UK Q2 GDP grew a very strong 4.8%Q non-annualised – exactly in line with consensus and a larger increase than seen in the likes of Germany or the US.
Consumer spending was stronger than expected, while fixed investment and net exports were weaker. Overall, the bounce in the economy in Q2 marks a strong recovery from the Q1 lockdowns and moves the UK economy a big step closer to post-pandemic normalisation.
As of June, the level of GDP was ‘only’ 2.2% below pre-pandemic levels. Hence, closing that gap over the second half of the year looks very do-able.
Q2 saw the biggest contributors to growth from wholesale/retail, accommodation and food service, and education sectors. In other words, from sectors associated with re-opening after Q1’s lockdown.
Compared to other countries, the UK has had a lot of ground to make up and the ONS continues to warn that different approaches to measuring health and education output hinder international comparability.
Looking at the monthly data, driven by services, June GDP was a touch stronger than expected at 1.0%M (but May revised down to 0.6%M), picking up pace again and likely partly reflecting the mid-May easing in social distancing restrictions. Although June GDP was a bit stronger than expected, it is worth noting that although services was the biggest contributor to growth, the biggest contributor to services output was actually health activities – with the ONS specifically mentioning an increase in visits to GPs… not an obviously sustainable source of growth (or something that you’d want to be a sustained source of growth).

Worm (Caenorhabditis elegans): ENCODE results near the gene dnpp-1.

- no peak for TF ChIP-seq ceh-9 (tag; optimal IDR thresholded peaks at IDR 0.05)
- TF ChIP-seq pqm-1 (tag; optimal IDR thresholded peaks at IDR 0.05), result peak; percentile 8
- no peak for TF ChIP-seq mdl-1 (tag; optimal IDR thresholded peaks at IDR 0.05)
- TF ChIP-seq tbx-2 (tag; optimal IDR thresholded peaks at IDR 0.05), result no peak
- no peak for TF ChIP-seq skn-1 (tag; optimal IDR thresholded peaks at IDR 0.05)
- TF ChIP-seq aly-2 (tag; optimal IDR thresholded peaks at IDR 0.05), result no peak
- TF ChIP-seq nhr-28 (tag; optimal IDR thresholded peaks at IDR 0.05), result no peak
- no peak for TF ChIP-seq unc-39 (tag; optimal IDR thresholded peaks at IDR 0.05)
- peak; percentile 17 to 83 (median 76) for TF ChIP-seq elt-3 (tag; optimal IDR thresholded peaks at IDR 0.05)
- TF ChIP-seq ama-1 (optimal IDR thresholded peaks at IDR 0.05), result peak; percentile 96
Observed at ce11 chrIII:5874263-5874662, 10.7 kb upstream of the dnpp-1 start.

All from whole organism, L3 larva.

Question marks remain around the likely pace of growth in Q3. It is likely to be slower than in Q2, given so much of the reopening happened in Q2. But it isn’t clear yet how far the still relatively high Covid numbers will hold back the recovery – either through the so-called ‘ping-demic’ or people voluntarily becoming more cautious in their social interactions. There is also uncertainty around how the economy will react as the furlough scheme is unwound and how far supply shortages will continue to bite in manufacturing. The performance of the vaccine programme helps though, and Google mobility suggests that, if anything, consumer related activity picked up over July through to August.
The Q2 numbers are unlikely to have significant new implications for monetary policy. As of the August meeting, the Monetary Policy Committee (MPC) were already pencilling in a 5% increase in GDP in Q2. The Bank of England (BOE) still look on track to end their QE asset purchase programme at the end of the year. A rate rise looks a reasonable probability next year, but my forecasts still pencil in early 2023 for now. Much, however, will depend on how the labour market responds in coming months to the end of the furlough scheme.
Source: Refinitiv Datastream as at 15/06/2021
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